Explorer staff members share their passion for the Adirondacks
Tracy Ormsbee, Publisher
I fell in love with the Adirondacks when I was 5 years old, when my family bought a cabin on Lake Eaton in Long Lake. I got to know the region through hiking, paddling, swimming, looking for bears at the town dump, getting an ice cream at Custard’s Last Stand, and living in awe of the beauty of the mountains, lakes, and streams. Somewhere along the way, it became part of me, the place I wanted my two daughters—and someday their kids—to enjoy the way I did.
As publisher of the Adirondack Explorer, I have the opportunity to live in this place I love and do work that makes a difference. What we have here is special, the result of the great forethought of those who came before us to preserve the wilderness for the generations to come, first with the establishment of the park itself, then the forever-wild Forest Preserve, and finally the Adirondack Park Agency and its land-use plans. Many have fought since to protect the Adirondacks from misguided development and outside environmental threats.
The Adirondack Explorer meets a critical need not addressed by any other entity. It offers deep coverage of the issues surrounding the Park, and the information we report leads to awareness and real change.
Independent journalism that tells the story of this special place, that presents all sides of the issues that challenge it, is more important than ever. And I’m glad to be a part of it.
Zachary Matson, Water Reporter
I work for the Explorer because I have always been fascinated and inspired by wild spaces and the communities that surround them. My job as a journalist is to engage, inform and explore, and there’s no better place to do it than the Adirondack Park.
Mike Lynch, Multimedia Reporter
I work for the Explorer because of my passion for nature, discovery, and the opportunity to live and work in a mountainous setting. As an environmental writer and photographer, you couldn’t ask for anything more than to cover the Adirondack Park, a place where wilderness and communities intersect and conservation is a topic of daily discussion.
Jim Odato, Editor
Working for the Adirondack Explorer is a privilege: Imagine spending time with committed journalists who care about New York’s special park and imagine collaborating with these talented editors, designers, writers and photographers to deliver compelling stories about this unique territory.
Chris Radey, Customer Relations Manager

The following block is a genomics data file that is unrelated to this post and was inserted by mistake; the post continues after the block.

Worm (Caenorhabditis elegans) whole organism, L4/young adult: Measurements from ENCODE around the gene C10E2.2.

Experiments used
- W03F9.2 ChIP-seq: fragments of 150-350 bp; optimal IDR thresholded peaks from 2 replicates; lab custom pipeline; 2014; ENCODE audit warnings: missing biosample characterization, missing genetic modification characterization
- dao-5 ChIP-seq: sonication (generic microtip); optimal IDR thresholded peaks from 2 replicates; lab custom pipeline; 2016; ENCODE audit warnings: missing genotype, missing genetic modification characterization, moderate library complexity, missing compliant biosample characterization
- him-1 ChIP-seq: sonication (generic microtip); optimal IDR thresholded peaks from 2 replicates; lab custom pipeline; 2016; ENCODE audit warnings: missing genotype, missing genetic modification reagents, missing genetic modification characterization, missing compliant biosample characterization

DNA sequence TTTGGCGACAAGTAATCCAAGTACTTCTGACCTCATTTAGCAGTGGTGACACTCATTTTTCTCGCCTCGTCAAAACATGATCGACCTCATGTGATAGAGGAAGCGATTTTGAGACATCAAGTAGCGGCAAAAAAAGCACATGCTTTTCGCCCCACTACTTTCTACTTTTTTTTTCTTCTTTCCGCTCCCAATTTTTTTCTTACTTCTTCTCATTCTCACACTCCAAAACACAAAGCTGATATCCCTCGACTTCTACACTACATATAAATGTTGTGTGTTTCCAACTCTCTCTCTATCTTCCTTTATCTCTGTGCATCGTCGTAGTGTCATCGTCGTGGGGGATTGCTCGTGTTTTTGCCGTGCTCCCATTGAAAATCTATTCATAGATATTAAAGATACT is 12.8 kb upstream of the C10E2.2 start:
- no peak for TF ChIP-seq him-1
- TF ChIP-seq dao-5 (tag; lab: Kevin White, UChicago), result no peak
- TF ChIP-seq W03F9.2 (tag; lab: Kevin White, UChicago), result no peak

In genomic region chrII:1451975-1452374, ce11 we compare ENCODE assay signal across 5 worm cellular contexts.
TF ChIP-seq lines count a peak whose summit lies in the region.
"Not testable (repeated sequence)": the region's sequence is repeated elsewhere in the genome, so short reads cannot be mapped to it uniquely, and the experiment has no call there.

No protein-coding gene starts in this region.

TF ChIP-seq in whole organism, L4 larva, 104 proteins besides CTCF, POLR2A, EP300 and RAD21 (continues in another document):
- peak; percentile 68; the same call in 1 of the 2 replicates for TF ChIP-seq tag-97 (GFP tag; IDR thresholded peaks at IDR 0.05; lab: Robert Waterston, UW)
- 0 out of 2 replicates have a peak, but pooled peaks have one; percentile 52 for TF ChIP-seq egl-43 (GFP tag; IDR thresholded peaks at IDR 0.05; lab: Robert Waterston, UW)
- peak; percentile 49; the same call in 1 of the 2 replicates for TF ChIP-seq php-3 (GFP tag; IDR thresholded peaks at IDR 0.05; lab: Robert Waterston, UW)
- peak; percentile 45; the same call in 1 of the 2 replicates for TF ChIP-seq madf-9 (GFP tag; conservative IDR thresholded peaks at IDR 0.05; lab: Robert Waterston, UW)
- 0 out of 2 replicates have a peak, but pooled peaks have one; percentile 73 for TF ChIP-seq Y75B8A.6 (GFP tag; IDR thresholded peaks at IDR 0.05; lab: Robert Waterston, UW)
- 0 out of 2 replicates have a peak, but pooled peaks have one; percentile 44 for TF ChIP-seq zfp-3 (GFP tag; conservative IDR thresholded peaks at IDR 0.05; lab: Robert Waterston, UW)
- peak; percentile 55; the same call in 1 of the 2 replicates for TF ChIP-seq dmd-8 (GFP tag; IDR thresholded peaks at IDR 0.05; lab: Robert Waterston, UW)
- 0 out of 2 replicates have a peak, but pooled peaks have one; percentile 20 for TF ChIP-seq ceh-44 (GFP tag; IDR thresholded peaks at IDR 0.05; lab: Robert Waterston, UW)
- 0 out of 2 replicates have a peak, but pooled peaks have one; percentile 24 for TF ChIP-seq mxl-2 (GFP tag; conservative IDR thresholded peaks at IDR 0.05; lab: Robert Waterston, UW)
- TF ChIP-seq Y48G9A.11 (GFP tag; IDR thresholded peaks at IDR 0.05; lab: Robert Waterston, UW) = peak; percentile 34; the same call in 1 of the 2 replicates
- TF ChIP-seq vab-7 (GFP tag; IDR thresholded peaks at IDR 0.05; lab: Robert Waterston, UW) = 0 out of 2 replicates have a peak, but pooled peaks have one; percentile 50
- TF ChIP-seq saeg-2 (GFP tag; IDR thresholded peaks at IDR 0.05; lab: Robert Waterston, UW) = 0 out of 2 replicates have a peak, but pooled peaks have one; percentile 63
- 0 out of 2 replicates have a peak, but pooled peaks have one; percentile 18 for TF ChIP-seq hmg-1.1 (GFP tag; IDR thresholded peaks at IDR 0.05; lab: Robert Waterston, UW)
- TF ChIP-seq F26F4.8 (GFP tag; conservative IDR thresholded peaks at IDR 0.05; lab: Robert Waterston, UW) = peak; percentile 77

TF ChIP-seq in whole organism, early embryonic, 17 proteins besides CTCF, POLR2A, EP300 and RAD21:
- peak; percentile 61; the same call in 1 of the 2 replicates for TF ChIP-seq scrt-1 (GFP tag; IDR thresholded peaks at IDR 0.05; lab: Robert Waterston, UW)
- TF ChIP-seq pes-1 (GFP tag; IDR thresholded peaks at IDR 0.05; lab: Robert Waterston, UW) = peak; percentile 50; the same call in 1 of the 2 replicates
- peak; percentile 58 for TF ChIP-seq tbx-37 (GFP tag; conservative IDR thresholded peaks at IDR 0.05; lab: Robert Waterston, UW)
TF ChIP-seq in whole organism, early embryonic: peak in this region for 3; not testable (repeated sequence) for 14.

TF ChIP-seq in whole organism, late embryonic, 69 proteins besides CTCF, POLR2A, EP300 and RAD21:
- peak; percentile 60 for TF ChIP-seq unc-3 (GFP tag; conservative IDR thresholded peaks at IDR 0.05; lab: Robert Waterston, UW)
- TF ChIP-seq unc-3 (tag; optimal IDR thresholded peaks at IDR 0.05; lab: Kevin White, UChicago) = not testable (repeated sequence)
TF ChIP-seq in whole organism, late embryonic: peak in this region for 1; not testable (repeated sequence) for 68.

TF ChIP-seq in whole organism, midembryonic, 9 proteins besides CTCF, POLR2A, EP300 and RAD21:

The Adirondacks are a curious place. I arrived here in February of 2020, squarely in the midst of the pandemic. Moving (even if it’s just down the street) is stressful. In our case, it was across the country from Oregon, a permanent return to the Northeast after several years of West Coast exploration. My wife and I had spent time in New York’s North Country before, but never as full-time residents. We knew the things that appealed to us: the access to wilderness, the institutional culture of environmental awareness, the quiet of non-city life. But we weren’t as certain what our social niche would be. How does one best integrate into a small, tight-knit community? How do you do it while social distancing?
Since our arrival, we have met incredibly kind people who were willing to share their love for this unique place and welcome us “into the fold.” Our knowledge of the Park—and our appreciation of all its offerings—continues to grow on a daily basis. As a newcomer, it was important to me to work for an organization that plays a role in the day-to-day management of this experimental collection of protected forest lands and residential communities. On a daily basis, I have the opportunity to speak with Explorer subscribers and directly share their passion for this unique place—a place that I have the privilege to call home.
Gwendolyn Craig, Environmental Policy Reporter
I work for the Explorer because each day is different. Some days the office is a World War II-era barge carrying me across Lake George, or the winding trails guiding me along New Hampshire’s Franconia Ridge. Some days are on my computer, sifting through records and digging into a story that no one else has discovered. Our readers are passionate about the Adirondack Park, and it is a privilege and exciting challenge to provide them with both breaking news and in-depth stories.
Melissa Hart, Digital Editor
My children are lucky to experience growing up in a small, Adirondack town. Where we know our neighbors and kids still ride bikes for fun, without adults hovering around them. Where we see a sky full of stars at night. Summers spent under the pines, listening to owls. Swimming in cold lakes.
I can’t imagine living anywhere else, and likewise can’t imagine working anywhere else. The early part of my career took me across the country, working for newspapers in Ithaca, NY, Alaska and Vermont. From there, I put down my Adirondack roots, working in nonprofit communications and freelance writing and editing. My current role is the perfect pairing of twin passions: I’m able to meld my journalism experience with a love for nonprofits, to use my skills to “do the most good.”